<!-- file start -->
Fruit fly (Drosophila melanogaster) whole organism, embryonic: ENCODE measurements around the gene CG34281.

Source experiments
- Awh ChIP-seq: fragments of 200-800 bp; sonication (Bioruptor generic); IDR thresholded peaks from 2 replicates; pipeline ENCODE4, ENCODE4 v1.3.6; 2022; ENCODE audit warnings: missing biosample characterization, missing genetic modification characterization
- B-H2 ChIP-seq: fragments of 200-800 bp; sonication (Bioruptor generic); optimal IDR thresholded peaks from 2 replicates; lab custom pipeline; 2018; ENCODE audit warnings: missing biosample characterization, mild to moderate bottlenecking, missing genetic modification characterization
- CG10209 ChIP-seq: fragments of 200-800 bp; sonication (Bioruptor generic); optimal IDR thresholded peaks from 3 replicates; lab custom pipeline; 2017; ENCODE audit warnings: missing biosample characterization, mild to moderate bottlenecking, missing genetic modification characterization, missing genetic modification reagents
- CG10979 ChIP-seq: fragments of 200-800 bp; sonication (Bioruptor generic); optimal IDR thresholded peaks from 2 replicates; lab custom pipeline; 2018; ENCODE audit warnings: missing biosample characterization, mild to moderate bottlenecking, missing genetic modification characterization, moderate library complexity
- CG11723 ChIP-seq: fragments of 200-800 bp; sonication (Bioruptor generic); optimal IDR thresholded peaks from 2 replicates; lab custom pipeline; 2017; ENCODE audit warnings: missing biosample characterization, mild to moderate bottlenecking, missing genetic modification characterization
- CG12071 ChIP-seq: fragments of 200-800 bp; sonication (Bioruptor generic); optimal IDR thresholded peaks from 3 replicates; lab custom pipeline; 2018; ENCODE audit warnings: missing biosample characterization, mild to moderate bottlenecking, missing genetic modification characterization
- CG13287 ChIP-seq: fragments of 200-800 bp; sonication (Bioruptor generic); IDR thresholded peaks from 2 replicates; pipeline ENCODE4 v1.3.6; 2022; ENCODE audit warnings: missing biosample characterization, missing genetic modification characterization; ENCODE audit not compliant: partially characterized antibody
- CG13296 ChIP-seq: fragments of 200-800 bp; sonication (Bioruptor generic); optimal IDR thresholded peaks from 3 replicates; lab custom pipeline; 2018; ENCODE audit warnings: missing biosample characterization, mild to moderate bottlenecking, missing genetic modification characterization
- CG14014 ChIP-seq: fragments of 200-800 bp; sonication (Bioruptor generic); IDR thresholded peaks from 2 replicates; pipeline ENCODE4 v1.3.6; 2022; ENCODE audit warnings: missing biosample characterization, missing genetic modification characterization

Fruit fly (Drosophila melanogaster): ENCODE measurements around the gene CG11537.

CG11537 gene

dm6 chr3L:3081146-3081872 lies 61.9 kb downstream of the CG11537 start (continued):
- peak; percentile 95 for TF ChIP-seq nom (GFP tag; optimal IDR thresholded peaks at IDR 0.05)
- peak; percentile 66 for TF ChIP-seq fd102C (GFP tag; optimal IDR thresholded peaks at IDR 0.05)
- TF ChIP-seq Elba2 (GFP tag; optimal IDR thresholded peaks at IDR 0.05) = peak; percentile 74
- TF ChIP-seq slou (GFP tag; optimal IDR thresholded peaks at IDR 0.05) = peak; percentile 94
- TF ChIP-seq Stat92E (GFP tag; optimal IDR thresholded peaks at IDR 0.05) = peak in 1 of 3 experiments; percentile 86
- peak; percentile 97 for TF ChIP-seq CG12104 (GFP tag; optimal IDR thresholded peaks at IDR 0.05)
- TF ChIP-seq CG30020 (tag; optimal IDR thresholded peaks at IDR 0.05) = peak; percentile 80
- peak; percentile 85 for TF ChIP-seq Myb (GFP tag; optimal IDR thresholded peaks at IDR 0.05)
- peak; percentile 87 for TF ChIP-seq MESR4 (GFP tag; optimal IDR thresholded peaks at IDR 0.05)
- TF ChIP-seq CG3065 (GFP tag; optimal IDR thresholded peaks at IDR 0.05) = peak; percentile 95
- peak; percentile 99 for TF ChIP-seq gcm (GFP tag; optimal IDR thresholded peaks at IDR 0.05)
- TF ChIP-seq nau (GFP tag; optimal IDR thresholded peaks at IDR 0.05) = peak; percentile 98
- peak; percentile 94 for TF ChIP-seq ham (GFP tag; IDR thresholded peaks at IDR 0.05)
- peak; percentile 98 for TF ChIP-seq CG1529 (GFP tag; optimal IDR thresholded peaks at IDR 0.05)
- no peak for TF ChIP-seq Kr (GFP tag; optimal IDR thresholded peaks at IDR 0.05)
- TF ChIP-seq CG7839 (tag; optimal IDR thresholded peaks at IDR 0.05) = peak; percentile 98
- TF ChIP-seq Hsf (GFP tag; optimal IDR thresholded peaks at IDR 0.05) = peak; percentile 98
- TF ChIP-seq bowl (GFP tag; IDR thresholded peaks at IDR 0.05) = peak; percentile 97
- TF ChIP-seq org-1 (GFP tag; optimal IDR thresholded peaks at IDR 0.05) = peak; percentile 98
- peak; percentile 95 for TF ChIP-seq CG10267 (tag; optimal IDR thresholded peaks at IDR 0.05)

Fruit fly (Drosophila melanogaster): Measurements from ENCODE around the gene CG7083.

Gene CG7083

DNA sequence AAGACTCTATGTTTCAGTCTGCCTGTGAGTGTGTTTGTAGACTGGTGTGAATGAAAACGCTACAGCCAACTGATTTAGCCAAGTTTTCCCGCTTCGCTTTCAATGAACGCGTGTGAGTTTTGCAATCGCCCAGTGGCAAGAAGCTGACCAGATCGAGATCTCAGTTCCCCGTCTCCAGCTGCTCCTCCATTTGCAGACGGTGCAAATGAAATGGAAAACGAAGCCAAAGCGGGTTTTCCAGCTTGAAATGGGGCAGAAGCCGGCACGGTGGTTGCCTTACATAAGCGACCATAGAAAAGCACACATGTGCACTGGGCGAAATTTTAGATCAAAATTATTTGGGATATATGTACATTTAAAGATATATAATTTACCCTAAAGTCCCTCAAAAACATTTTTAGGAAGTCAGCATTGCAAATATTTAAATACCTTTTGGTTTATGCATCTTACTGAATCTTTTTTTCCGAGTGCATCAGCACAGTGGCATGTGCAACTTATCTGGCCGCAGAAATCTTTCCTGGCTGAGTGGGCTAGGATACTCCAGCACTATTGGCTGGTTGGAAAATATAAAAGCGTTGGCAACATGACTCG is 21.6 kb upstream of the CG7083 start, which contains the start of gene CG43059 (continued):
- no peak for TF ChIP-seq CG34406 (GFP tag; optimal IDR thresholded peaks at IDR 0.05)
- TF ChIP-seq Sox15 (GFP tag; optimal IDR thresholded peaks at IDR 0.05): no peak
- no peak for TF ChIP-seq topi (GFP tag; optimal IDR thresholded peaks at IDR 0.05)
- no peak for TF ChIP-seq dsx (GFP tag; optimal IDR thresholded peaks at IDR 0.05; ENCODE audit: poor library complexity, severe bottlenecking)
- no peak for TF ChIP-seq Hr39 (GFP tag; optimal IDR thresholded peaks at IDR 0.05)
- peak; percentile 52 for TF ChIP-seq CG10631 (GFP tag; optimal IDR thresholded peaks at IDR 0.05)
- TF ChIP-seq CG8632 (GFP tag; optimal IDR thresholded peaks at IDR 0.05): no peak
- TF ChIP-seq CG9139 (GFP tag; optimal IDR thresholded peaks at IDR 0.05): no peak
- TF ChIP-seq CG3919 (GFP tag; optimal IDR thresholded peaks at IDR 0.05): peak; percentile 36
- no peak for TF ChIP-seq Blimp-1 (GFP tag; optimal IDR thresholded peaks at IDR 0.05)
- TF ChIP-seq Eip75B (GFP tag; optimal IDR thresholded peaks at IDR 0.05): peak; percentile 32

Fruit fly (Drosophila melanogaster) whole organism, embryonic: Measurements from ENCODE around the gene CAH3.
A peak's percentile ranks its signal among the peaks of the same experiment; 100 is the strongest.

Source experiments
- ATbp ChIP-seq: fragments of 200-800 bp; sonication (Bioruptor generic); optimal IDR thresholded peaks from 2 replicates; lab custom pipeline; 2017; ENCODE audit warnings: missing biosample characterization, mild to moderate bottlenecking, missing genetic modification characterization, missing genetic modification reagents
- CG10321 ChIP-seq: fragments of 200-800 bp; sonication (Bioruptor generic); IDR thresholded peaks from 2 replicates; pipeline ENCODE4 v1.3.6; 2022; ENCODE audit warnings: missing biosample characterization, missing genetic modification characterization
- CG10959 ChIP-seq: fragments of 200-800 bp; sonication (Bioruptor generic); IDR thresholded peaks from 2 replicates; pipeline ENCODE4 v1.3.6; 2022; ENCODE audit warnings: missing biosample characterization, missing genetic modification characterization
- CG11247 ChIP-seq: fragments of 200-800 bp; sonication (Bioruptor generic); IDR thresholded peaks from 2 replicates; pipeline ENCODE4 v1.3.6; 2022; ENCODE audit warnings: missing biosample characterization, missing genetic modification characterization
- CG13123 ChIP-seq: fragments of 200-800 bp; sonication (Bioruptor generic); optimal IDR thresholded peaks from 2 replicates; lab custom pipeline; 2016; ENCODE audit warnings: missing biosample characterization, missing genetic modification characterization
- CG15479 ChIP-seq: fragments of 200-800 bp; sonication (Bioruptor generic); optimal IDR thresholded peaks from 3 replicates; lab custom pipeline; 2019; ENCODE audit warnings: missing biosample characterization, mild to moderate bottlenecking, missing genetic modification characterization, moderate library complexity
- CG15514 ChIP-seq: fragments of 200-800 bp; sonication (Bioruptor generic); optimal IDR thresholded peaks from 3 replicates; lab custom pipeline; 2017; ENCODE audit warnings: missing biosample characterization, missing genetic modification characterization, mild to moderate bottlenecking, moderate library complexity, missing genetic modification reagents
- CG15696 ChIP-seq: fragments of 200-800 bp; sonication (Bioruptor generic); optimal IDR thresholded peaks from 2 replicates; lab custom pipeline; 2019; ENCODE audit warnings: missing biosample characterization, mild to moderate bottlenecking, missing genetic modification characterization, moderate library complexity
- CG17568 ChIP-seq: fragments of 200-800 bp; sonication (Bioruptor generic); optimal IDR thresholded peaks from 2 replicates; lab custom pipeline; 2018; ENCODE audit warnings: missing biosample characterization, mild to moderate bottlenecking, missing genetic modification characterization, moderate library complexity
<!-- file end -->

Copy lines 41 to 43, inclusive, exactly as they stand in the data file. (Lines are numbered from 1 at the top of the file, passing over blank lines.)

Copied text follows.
- no peak for TF ChIP-seq dsx (GFP tag; optimal IDR thresholded peaks at IDR 0.05; ENCODE audit: poor library complexity, severe bottlenecking)
- no peak for TF ChIP-seq Hr39 (GFP tag; optimal IDR thresholded peaks at IDR 0.05)
- peak; percentile 52 for TF ChIP-seq CG10631 (GFP tag; optimal IDR thresholded peaks at IDR 0.05)